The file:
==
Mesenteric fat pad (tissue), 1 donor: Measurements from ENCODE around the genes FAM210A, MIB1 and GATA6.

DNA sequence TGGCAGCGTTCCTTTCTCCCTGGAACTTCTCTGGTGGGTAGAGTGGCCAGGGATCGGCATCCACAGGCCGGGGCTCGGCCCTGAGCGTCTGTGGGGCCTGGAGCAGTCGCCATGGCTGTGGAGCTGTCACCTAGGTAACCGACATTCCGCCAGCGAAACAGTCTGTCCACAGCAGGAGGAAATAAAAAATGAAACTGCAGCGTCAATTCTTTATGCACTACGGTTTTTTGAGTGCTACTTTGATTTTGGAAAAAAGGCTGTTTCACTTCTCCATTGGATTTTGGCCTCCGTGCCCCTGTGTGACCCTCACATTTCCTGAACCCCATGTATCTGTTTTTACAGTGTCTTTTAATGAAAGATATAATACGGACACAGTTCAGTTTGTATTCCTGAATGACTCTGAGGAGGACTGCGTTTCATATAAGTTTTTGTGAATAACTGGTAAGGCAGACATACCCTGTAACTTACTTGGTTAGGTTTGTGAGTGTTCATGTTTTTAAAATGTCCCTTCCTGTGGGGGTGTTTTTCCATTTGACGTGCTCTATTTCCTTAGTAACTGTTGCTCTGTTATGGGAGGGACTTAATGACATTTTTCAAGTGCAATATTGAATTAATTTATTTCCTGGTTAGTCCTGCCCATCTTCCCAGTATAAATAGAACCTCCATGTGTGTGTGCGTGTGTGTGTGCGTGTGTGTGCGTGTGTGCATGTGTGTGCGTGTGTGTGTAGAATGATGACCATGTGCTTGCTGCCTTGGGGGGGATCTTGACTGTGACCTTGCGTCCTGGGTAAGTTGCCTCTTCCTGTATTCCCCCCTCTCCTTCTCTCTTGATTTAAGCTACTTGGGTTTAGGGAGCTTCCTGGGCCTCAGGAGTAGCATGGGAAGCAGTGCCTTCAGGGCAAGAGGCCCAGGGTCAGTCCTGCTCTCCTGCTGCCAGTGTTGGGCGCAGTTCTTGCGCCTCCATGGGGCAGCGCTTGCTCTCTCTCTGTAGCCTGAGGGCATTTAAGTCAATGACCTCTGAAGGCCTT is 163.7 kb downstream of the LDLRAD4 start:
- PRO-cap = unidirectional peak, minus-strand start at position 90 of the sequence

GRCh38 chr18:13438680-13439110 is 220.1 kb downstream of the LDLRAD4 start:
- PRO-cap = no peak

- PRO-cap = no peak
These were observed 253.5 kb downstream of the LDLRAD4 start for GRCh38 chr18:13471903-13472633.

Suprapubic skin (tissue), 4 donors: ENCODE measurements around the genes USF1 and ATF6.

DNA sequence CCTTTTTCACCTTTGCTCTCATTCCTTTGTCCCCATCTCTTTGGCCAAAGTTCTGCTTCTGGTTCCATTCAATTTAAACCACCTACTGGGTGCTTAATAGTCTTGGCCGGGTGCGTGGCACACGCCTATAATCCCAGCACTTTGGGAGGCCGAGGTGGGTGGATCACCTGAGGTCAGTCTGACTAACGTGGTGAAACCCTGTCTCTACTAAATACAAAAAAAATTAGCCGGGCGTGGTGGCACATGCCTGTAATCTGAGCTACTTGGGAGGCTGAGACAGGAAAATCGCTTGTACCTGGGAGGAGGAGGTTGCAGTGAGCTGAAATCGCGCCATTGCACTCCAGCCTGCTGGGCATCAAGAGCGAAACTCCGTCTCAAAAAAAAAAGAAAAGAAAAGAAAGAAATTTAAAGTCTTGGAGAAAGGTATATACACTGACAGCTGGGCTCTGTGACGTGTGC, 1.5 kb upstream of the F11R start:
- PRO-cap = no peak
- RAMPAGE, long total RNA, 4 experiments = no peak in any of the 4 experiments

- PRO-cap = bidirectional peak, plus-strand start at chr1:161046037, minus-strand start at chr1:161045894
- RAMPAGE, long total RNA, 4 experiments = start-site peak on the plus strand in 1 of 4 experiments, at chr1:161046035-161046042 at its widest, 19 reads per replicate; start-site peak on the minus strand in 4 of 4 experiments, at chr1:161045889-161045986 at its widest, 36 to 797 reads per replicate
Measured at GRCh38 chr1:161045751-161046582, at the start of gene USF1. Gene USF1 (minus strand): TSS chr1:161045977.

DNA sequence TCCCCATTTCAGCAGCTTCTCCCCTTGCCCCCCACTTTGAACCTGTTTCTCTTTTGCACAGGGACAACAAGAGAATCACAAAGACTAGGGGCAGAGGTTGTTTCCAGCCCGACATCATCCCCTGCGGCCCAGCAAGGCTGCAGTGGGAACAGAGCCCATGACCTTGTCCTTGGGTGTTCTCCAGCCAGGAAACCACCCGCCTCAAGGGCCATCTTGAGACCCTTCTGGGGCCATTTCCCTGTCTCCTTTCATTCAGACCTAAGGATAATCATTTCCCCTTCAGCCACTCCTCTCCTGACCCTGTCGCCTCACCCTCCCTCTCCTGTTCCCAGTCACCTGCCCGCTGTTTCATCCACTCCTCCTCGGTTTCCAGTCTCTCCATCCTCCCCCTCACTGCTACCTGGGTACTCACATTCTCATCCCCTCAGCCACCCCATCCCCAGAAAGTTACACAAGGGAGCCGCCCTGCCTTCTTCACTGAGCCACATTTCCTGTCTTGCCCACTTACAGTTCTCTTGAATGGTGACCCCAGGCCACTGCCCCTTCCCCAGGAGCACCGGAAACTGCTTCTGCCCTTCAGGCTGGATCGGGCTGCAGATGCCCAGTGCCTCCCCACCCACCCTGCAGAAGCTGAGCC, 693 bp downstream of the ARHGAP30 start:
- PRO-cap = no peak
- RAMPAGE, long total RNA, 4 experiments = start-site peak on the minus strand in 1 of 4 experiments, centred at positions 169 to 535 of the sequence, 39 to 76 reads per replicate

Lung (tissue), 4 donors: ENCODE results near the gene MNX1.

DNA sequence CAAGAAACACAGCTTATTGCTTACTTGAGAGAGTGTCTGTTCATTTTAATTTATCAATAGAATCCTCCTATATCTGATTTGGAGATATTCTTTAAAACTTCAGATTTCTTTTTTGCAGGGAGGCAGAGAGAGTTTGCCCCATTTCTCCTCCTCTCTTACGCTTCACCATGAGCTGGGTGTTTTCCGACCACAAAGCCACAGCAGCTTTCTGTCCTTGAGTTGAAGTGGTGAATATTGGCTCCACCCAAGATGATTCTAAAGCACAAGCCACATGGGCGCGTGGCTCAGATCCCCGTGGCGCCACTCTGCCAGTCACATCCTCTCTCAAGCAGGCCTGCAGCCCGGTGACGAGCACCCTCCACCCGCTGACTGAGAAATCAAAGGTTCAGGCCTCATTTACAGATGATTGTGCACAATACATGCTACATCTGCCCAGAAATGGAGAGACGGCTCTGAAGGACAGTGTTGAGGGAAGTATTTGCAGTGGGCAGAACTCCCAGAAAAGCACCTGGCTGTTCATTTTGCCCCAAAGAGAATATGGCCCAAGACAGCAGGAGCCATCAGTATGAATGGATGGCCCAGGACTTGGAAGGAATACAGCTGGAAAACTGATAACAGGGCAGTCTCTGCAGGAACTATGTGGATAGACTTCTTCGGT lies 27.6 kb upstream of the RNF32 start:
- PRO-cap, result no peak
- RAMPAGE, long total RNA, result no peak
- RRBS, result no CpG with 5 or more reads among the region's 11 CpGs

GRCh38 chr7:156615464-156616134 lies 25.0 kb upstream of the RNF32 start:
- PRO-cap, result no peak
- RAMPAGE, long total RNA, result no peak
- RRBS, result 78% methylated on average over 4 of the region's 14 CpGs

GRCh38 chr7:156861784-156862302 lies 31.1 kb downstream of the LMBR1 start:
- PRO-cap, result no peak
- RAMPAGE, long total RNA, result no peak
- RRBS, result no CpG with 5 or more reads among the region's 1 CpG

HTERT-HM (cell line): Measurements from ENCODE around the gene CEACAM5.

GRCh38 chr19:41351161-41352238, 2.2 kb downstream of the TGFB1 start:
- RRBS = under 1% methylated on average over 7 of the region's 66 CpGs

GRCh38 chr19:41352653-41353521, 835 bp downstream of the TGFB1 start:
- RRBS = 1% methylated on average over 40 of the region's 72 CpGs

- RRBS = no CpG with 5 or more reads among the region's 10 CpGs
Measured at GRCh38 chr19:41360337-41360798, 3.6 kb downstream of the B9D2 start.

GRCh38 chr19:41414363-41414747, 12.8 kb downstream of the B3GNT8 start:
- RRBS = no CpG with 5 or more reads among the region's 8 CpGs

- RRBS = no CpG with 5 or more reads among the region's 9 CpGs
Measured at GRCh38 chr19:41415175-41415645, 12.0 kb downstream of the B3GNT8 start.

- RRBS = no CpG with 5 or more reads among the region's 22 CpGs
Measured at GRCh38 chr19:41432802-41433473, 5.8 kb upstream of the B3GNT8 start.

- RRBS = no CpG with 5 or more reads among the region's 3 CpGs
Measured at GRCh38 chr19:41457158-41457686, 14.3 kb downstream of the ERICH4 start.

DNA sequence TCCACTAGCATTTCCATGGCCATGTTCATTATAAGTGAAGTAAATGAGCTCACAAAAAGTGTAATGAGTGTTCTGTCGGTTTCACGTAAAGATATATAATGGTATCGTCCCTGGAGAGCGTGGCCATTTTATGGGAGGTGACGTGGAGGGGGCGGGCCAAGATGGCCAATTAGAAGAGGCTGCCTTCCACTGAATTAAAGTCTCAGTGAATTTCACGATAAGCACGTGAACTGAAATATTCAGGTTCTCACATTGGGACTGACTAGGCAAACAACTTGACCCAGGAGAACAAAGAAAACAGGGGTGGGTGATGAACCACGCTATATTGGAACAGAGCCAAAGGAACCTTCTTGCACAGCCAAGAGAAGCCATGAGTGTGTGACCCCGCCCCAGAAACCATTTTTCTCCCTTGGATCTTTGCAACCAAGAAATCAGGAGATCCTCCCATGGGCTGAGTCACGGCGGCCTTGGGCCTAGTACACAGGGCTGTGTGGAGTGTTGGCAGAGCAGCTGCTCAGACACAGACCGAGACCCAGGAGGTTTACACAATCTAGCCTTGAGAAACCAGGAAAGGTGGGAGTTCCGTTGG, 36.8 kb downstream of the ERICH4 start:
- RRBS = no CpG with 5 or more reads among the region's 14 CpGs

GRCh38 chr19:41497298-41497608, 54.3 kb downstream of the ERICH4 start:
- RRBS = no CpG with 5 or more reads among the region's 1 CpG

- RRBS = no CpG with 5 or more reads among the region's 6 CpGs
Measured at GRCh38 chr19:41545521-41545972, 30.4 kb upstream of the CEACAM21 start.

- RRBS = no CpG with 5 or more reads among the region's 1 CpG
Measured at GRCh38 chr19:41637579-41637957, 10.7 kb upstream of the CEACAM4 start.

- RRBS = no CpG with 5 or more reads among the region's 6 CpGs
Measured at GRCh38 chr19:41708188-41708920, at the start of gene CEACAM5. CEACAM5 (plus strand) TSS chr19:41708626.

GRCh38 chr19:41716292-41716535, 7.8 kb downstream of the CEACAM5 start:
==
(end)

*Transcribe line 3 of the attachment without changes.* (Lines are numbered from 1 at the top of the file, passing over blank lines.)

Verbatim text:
- PRO-cap = unidirectional peak, minus-strand start at position 90 of the sequence